Established in 1962 as the Houston Colt 45s, the Houston Astros, as they were renamed in 1965 when they moved into the Astrodome, are the Major League Baseball team for Houston, Texas. The team’s best season came in 2005 when they made it to the World Series but were swept by the Chicago White Sox. In November 2011, it was announced that, after 51 years in the National League, the Astros would move to the American League, a move that balances the two leagues, now each with 15. I’m sure to actual baseball fans this has more philosophical meaning but to me, as math equations go, it makes sense. This past Friday — after MLB stole its thunder by leaking merchandise with the new logo early (and offering an apology) — the Astros unveiled their new logo, uniforms, and mascot at their stadium.
Based in Houston, TX, Reliant is one of the largest electricity and energy providers in the state with 1.5 million customers. More famously, Reliant is the name sponsor of Reliant Park, an entertainment complex that houses Carruth Plaza, Reliant Stadium (home to the NFL’s Houston Texans and 2004’s Super Bowl XXXVIII), Reliant Center, Reliant Arena and Reliant Astrodome. Reliant was acquired in 2009 by New Jersey-based NRG Energy, an, um, energy company (if there was any doubt), that is a Fortune 500 company. Over the summer, Reliant and NRG Energy introduced matching logos.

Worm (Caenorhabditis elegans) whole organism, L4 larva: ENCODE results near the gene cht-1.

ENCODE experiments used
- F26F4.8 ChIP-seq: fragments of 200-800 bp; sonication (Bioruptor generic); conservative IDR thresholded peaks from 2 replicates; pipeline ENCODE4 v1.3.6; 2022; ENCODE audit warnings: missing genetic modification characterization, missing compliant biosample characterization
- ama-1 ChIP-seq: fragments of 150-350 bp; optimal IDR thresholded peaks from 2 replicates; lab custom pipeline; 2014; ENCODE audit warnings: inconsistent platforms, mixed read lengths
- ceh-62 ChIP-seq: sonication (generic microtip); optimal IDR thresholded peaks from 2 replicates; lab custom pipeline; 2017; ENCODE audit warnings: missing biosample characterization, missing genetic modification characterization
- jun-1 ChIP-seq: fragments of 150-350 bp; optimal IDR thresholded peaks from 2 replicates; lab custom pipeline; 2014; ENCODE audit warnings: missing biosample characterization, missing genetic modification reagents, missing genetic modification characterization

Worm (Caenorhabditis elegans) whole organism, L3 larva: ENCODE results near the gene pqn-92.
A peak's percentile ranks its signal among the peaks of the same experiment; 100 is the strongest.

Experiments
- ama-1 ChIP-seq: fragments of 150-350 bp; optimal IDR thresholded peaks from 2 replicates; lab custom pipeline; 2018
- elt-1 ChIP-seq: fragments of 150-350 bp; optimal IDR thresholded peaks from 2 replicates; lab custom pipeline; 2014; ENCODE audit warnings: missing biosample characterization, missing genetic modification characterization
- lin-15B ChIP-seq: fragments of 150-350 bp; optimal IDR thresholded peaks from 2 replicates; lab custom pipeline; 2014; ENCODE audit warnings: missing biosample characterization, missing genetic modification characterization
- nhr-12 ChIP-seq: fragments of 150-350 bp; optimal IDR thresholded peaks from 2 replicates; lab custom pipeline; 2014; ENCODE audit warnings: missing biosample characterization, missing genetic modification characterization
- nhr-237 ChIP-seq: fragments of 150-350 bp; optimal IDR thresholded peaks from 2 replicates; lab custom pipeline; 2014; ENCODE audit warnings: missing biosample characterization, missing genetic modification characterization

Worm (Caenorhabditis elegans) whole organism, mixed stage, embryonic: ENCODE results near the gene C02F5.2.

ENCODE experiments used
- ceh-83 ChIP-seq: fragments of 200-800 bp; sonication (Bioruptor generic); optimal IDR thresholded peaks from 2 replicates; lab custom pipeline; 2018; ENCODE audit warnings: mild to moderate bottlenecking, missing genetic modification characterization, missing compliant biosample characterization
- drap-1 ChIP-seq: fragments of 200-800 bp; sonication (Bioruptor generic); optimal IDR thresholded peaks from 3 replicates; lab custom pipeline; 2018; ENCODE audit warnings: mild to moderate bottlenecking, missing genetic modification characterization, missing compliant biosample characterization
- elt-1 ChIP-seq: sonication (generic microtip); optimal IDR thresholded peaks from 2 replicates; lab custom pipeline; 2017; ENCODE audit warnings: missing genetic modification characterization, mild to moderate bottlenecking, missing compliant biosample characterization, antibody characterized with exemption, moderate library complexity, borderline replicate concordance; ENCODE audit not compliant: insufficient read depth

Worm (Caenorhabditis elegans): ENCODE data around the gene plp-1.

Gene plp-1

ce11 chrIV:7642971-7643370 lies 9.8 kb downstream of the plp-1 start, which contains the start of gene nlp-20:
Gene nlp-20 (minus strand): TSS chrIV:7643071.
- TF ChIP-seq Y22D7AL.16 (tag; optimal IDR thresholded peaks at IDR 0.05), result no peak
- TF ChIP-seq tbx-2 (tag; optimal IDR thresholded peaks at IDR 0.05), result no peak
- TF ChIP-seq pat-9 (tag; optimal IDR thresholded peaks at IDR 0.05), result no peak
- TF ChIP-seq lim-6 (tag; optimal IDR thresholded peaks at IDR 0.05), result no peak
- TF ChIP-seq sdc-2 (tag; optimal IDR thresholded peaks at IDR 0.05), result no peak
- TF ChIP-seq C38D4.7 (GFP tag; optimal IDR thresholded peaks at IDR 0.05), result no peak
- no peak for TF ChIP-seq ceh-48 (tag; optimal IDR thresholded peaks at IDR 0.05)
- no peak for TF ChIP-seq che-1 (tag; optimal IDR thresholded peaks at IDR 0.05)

Founded as the Ohio Oil Company in 1887, the Marathon Oil Company, known as such since 1930, is an oil an energy company that has recently divided its two main businesses: 1) The “upstream” business, which is responsible for the exploration and mining of oil and 2) The “downstream” business, which is about the refining, marketing, and transportation of the oil. In broad terms. The upstream business has been spun-off into its own company called Marathon Petroleum Corporation and is keeping the old logo. The downstream business has kept the Marathon Oil Company name and adopted a new logo, designed by Houston, TX-based BrandExtract.
Founded in 1948, the Contemporary Arts Museum Houston (CAMH) is a “non-collecting institution dedicated to presenting the best and most exciting international, national, and regional art.” Located in Houston’s museum district, CAMH is housed in a very unconventional building — especially for Houston architecture standards — designed by architect Gunnar Birkerts. Viewed from the top, the building’s North and South walls are parallel to the street while the West and East walls are angled at 45 degrees. Viewed at street level, the building has a subtle but noticeable slant. It’s on these physical attributes (as well as an odd triangle shape that sits on top of the entrance) that CAMH has introduced a new logo and identity designed by New York-based AHL&CO.